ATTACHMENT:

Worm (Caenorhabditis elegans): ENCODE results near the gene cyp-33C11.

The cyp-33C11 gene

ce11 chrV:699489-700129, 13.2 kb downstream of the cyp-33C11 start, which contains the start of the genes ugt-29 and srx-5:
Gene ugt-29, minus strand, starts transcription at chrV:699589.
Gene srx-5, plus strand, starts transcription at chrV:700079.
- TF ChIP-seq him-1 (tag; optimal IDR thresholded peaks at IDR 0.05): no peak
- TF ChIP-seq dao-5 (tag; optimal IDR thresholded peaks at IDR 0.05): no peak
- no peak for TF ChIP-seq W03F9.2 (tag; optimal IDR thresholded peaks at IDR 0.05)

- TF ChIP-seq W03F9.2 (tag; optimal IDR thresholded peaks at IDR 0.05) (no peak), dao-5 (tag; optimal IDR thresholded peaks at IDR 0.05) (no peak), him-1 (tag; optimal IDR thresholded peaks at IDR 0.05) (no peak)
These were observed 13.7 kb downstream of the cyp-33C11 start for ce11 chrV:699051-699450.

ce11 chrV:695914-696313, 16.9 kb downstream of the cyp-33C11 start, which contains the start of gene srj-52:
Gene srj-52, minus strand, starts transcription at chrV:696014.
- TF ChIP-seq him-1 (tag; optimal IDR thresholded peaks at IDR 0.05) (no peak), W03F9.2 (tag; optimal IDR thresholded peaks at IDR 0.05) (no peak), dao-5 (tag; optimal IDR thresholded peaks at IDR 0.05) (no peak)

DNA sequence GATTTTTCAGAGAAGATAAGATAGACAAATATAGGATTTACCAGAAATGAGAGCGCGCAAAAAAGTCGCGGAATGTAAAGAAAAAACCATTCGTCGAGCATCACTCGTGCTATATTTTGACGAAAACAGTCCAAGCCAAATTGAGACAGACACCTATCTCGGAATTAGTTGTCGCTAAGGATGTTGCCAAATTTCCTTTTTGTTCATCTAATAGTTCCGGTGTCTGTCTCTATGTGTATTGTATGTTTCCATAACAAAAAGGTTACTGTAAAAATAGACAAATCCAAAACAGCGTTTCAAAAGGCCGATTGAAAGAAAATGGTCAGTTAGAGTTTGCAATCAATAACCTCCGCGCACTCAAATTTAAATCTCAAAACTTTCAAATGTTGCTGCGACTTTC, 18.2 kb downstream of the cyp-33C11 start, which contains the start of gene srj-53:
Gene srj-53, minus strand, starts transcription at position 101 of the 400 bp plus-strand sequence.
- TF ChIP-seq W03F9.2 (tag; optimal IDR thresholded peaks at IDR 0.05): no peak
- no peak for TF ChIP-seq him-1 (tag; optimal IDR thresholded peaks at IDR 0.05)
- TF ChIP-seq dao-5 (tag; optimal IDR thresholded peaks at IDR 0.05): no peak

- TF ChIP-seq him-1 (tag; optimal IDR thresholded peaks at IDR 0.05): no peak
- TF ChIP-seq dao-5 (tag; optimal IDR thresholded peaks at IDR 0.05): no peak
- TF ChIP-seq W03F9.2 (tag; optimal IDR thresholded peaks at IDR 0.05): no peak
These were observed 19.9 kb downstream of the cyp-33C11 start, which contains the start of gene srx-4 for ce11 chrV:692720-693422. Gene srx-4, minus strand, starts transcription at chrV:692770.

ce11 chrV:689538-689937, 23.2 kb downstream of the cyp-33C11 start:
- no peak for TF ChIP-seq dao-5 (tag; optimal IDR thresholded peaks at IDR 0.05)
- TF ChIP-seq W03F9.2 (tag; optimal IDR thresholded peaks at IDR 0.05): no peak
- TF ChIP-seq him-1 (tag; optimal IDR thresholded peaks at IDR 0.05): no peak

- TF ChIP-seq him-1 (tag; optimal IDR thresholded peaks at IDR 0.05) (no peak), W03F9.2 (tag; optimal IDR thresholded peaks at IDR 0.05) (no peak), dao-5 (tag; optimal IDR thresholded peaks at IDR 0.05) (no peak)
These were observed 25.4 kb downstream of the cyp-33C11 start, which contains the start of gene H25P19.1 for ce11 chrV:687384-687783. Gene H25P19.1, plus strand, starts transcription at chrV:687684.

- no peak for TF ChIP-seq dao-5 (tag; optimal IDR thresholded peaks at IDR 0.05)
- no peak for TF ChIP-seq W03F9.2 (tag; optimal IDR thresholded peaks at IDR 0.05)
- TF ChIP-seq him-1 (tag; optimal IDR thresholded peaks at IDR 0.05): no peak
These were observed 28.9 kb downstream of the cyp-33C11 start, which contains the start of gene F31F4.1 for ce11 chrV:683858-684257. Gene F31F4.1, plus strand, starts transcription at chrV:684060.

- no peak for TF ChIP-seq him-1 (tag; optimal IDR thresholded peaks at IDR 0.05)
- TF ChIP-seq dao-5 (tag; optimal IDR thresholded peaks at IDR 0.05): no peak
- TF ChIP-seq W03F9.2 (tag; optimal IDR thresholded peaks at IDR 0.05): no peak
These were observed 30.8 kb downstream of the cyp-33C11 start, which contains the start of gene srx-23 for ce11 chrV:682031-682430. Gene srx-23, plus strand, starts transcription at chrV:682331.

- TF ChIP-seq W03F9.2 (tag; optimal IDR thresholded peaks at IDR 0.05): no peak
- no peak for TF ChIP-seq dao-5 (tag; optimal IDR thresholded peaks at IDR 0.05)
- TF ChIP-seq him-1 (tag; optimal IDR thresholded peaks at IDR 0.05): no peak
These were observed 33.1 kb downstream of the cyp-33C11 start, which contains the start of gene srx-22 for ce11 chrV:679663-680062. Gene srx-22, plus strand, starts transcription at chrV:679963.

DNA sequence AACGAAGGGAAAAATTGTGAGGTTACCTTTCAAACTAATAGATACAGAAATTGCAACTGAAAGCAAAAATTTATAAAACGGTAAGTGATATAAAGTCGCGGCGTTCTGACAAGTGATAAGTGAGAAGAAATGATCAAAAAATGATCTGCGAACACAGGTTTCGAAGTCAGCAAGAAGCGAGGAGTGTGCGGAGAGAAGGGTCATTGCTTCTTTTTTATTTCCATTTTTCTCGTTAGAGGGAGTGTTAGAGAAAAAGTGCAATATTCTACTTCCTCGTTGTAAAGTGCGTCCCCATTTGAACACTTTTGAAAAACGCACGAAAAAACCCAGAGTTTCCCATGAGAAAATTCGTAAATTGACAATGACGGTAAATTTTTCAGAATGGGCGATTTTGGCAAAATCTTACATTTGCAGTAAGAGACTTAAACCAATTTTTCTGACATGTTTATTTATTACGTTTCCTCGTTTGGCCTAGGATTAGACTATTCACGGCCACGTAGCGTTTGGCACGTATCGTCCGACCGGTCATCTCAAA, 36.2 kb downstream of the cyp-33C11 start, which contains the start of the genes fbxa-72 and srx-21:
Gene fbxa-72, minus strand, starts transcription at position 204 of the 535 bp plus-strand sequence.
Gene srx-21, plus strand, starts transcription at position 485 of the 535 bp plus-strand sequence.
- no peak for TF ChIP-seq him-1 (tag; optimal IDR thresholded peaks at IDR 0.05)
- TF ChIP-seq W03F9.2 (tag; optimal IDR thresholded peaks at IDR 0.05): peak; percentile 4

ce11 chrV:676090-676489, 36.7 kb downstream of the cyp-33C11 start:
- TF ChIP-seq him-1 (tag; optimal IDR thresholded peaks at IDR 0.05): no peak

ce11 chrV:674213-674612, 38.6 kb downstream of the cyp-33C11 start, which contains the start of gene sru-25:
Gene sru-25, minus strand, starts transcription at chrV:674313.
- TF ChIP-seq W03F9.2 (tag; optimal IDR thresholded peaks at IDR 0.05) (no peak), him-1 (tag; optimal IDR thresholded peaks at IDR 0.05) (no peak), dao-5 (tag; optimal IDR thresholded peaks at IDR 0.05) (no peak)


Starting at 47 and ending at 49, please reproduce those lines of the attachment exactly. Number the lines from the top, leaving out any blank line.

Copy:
- TF ChIP-seq him-1 (tag; optimal IDR thresholded peaks at IDR 0.05): no peak

ce11 chrV:674213-674612, 38.6 kb downstream of the cyp-33C11 start, which contains the start of gene sru-25:
Gene sru-25, minus strand, starts transcription at chrV:674313.